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New York Times

New York Times columnist Thomas B. Edsall spotlights Prof. David Autor’s research exploring the state of men in the U.S., including the growing gender gaps in educational attainment and the labor market.   

TechCrunch

A new study by AgeLab researchers finds that drivers may become inattentive when using partially automated driving systems, reports Rebecca Bellan for TechCrunch. Bellan writes that the goal of the study is to “advocate for driver attention management systems that can give drivers feedback in real time or adapt automation functionality to suit a driver’s level of attention.”

Fast Company

“The Guardians: Unite the Realms,” a video game developed by Media Lab developer Craig Ferguson, has been awarded Fast Company’s 20201 Innovation by Design award in the Wellness category. The game employs behavioral activation techniques to address mental health, allowing players to advance when they’ve completed tasks such as going on a walk or drawing a picture.

Boston.com

A new study by MIT researchers finds that more people started walking during the height of the Covid-19 pandemic last year, but how much they walked was correlated to their income levels, reports Arianna MacNeill for Boston.com. The researchers found “people in higher-income areas walked more during the pandemic, while people in lower-income areas – including neighborhoods with more BIPOC and those suffering from long-term illnesses like diabetes and obesity – walked less,” writes MacNeill.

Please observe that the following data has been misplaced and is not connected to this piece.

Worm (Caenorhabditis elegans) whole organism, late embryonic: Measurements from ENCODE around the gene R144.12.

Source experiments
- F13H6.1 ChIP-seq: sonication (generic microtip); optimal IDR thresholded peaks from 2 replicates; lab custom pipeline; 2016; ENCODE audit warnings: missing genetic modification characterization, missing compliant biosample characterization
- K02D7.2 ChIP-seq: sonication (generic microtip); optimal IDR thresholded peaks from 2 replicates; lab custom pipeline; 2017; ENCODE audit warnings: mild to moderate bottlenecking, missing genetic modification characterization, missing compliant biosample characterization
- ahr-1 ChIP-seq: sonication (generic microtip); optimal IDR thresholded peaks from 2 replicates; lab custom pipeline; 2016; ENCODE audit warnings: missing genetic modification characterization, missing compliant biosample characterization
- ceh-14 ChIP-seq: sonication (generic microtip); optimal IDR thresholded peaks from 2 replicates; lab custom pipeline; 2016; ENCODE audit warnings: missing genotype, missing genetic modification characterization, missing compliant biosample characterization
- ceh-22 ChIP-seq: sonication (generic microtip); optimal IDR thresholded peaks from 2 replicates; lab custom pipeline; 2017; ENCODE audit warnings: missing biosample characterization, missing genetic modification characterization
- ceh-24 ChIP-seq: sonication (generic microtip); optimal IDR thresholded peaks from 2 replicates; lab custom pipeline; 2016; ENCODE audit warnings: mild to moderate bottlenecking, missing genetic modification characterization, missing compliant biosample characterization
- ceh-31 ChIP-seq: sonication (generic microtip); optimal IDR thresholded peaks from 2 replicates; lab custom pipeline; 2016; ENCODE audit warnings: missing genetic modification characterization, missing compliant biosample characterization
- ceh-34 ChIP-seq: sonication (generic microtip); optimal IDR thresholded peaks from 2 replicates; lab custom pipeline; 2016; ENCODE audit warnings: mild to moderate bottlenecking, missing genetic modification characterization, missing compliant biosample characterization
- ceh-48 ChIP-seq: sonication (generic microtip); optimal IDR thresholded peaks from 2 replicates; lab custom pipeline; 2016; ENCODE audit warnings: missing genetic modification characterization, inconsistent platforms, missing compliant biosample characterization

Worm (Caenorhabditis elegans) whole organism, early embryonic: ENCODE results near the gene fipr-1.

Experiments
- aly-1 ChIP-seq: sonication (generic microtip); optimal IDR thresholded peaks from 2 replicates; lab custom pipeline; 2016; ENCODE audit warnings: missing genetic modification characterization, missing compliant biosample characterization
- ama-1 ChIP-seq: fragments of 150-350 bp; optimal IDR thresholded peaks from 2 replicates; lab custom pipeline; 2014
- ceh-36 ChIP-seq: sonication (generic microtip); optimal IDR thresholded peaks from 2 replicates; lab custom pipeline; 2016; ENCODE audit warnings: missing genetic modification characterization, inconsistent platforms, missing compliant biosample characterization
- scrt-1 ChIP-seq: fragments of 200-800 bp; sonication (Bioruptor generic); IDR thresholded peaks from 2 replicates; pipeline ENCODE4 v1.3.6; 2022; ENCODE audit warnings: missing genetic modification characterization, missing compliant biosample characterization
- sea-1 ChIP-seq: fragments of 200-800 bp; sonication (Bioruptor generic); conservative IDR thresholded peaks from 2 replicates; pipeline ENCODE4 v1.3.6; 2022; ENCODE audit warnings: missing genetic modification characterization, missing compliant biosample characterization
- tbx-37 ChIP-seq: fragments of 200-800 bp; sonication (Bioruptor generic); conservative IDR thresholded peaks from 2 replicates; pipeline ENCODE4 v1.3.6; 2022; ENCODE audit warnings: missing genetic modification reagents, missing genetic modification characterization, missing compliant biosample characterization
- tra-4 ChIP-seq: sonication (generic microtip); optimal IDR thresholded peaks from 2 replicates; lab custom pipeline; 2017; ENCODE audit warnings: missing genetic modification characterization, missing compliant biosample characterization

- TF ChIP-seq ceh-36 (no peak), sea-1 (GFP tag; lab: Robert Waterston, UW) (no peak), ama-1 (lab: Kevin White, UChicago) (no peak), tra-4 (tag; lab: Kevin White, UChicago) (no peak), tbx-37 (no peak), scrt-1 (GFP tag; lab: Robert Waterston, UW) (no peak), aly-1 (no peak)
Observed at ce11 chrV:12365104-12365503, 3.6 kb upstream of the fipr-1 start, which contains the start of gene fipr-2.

CNN

CNN reporter Ashley Strickland spotlights first year student Kristoff Misquitta’s work winning the 2020 Genes in Space contest for an experiment aimed at understanding how the human liver functions in space. "We're trying to develop a powerful and efficient workflow to understand the state of the liver in space, and to use that as a basis to understand some of the issues surrounding the way astronauts take medication currently and to remedy issues we find," explains Misquitta. "Hopefully we can use this as a platform to someday develop more advanced and different types of medications."

NBC Boston

Oliver “Ollie” Smoot ’62 speaks with Rob Michaelson of NBC Boston about the origin and history of the Smoot, a unit of measurement created when Smoot and his friends used the length of his body to measure the bridge that brings Massachusetts Avenue from Cambridge to Boston.

The Wall Street Journal

Prof. Christopher Magee and his colleagues have developed a new method that could help provide insights into how quickly different innovations are improving, reports Christopher Mims for The Wall Street Journal.  Magee and former MIT fellow Anuraag Singh have developed a search engine that allows users to “answer in a fraction of a second the question of how quickly any given technology is advancing,” writes Mims.

Reuters

A new study co-authored by Institute Professor Daron Acemoglu finds that countries with older workforces are seeing a larger increase in the use of robots, reports Timothy Aeppel for Reuters. Acemoglu and his colleague Pascual Restrepo of Boston University found that “age alone accounted for 35% of the variation between countries in their adoption of robots, with those having older workers far more likely to adopt the machines.”

Times Higher Ed

Times Higher Ed reporter Matthew Reisz memorializes Prof. Jing Wang, “a literary scholar who became a leading expert in Chinese literature and digital media.” Prof. Emma Teng remembers Wang as “an innovator, activist and passionate teacher” whose “long career was defined by her intellectual curiosity, drive and energy, and unwavering integrity.”

Mashable